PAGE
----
If you’re struggling with emotional eating – using food to numb discomfort and as a primary source of pleasure in your life – then you likely have struggled to make sustainable eating changes.
Maybe you are able to stick to a plan for a while, and then something happens and you backslide into old patterns. Or perhaps you are at a place in life where you can’t even get yourself to stick to a plan.
How to stop emotional eating forever: is it even possible?
Having been in this place personally, I know that you start to feel so frustrated and wonder if it’s even possible to change.
The good news is that yes, you can heal your emotional eating, and yet healing may look different from what you imagined.
A real example of success for when you’re wondering how to stop emotional eating forever
In order to illustrate how to stop emotional eating forever and what that really looks like, I want to share a tale of two recent days where I felt the urge to emotionally eat, actually ended up emotionally eating (which is very rare for me), and what I learned from that experience.
My desire is that sharing this story will give you an accurate picture of healing, an understanding of what is possible for you and hope!
Friday November 19th:
I left a meeting with my mentor feeling weird. You know the feeling, where something is wrong but you’re not sure what, I call it being in a funk.
Here’s what’s complicated:
- I love my mentor. I didn’t want to feel in a funk because of her or be upset with her. I didn’t really even want to know how I was feeling, I preferred to sweep it under the rug. (Granted this bit of insight came in retrospect, hindsight is 20/20 and all)
So, I pressed onward with my day. Getting more exhausted as the day wore on. The emotional toll of ignoring strong emotion had me sitting in front of the TV in a stupor by 8pm.
Then the cravings started. That wild-animal, finger-in-a-light-socket kind of crazy you feel throughout your whole body.
Usually, when I feel these cravings I know something is off, and it’s a cue to check-in and do self-care… but on Friday? I was exhausted. I didn’t care. I made myself a cup of microwave rice-krispie treats and mindlessly munched in front of the TV.
Then, something I haven’t felt in a long time kicked in… guilt. I was embarrassed by how comforted I felt by my ooey-gooey snack and for my emotional eating.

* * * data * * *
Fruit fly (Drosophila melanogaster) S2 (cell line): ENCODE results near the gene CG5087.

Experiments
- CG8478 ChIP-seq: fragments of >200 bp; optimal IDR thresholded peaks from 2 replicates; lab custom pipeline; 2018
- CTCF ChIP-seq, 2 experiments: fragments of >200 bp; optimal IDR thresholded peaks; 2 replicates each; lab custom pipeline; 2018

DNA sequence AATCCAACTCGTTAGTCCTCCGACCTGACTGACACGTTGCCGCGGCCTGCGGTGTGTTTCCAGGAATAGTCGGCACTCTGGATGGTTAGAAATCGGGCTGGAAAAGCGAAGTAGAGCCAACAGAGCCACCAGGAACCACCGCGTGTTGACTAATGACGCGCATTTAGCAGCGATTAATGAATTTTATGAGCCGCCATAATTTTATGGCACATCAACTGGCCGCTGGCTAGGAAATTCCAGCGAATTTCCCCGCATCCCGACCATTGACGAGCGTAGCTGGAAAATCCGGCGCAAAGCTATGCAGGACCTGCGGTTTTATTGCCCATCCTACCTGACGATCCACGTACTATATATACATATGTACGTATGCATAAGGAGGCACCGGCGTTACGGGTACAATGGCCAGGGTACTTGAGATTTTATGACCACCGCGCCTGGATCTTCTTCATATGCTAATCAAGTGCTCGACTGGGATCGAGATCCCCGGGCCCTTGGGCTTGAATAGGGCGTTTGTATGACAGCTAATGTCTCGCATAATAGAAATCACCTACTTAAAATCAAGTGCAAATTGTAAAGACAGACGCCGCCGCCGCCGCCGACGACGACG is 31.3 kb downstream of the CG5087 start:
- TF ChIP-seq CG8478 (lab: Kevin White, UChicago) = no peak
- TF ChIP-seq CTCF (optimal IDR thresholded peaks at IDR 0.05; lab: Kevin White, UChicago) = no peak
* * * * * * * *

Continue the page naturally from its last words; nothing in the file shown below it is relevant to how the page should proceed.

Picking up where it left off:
(Hindsight speaking again: I didn’t realize at the time just how strong my emotions were, how they were triggered by a previous traumatic event where I was hurt by a mentor and how that impacted my eating, if I had it would have been easier to be self-compassionate, but in the moment if felt like random weakness and a lack of willpower)
Sunday November 21st:
Saturday was so busy I didn’t even notice my funk. But by Sunday it had returned. Feeling the discomfort, I asked my husband to keep our daughter out of our room so I could process.
Journal in hand, I started to free-write about what I was feeling. I kept circling back to Friday’s meeting, so I wrote about what happened and how that made me feel.
What unfolded was hurt over comments made by my mentor, and a need to accept my hurt (in other words allow myself to feel that way, rather than making excuses for why I shouldn’t be offended).
With new clarity on the problem I still felt funky.
So I layed on my bed and practiced a technique I teach my clients created by self-compassion researcher, Dr. Kristin Neff. This guided meditation teaches you how to pinpoint where you physically feel your emotions, soften it in your mind’s eye, soothe yourself with kindness and allow yourself to be present to the discomfort without trying to solve it.
After 15 minutes my sweet toddler was banging on my door, and even though my time was cut short and I didn’t feel 100% “better”, I didn’t emotionally eat that evening (or have to exercise willpower not to eat).
Uncovering how I was feeling and allowing myself to feel it in a safe way meant I didn’t need to numb the feelings with food.
How to stop emotional eating forever
The truth is: healing emotional eating doesn’t mean you will never overeat again.
Healing means eating urges (and occasional emotional eating) are check-engine lights that cue you to turn inward, to learn more about yourself and what you need to feel good in your body and make supportive choices out of a sense of peace and ease.
As you do the work to connect to your body and emotions, you end up having more days that look like Sunday rather than Friday.
You get to a place where you very rarely actually emotionally eat because you’re in tune with your body and feelings and know how to care for yourself without indulgent food.
If you’d like to understand the steps you need to take to heal emotional eating, download my roadmap to healing: You’re Done Dieting, But Still Want to Heal Emotional Eating.